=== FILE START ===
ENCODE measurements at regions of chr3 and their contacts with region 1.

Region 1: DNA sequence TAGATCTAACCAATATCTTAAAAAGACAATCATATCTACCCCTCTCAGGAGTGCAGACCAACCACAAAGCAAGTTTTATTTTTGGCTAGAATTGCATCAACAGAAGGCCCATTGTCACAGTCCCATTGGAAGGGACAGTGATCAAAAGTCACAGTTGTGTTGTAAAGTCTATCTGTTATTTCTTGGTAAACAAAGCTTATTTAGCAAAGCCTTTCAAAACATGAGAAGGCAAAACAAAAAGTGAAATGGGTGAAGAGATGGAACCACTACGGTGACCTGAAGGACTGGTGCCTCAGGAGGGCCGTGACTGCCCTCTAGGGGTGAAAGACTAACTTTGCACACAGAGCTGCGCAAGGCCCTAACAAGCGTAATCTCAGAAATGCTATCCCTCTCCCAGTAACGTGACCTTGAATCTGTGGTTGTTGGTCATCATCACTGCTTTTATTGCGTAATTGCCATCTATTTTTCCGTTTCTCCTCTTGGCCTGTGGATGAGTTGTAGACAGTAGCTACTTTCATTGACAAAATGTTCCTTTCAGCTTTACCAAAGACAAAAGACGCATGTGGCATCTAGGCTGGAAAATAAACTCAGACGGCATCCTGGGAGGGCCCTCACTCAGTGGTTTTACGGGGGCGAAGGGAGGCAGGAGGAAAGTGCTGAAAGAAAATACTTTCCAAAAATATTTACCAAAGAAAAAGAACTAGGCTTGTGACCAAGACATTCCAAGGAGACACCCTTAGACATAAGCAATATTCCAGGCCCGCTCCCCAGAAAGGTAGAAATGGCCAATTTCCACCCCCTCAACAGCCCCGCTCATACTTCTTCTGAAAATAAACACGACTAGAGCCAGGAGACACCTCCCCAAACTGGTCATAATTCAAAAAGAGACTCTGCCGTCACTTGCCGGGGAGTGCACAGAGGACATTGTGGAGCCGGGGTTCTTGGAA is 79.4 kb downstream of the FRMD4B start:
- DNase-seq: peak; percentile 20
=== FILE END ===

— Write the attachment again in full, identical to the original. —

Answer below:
ENCODE measurements at regions of chr3 and their contacts with region 1.

Region 1: DNA sequence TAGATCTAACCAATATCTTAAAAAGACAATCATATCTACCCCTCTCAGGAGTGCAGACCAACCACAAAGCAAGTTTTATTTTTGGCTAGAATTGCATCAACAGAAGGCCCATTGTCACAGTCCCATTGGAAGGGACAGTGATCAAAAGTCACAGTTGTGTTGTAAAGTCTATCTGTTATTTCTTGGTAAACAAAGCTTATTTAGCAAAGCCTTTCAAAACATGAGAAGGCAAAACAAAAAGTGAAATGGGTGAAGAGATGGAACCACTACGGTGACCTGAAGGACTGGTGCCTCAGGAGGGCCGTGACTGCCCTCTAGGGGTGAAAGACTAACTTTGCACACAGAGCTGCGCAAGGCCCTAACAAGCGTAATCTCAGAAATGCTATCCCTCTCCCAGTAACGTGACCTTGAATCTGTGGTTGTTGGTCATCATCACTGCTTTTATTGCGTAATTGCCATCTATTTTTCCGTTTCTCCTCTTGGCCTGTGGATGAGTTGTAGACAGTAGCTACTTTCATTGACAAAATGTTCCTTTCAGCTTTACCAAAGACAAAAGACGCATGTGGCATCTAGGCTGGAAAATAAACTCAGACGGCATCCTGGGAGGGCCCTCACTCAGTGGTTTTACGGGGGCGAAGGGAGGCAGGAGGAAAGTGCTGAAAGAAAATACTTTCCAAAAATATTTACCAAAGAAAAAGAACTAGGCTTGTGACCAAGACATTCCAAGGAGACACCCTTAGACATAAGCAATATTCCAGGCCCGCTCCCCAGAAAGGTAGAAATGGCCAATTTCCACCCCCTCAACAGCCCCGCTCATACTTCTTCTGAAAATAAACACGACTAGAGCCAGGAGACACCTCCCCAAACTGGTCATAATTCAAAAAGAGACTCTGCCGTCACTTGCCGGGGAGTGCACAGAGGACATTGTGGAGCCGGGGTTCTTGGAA is 79.4 kb downstream of the FRMD4B start:
- DNase-seq: peak; percentile 20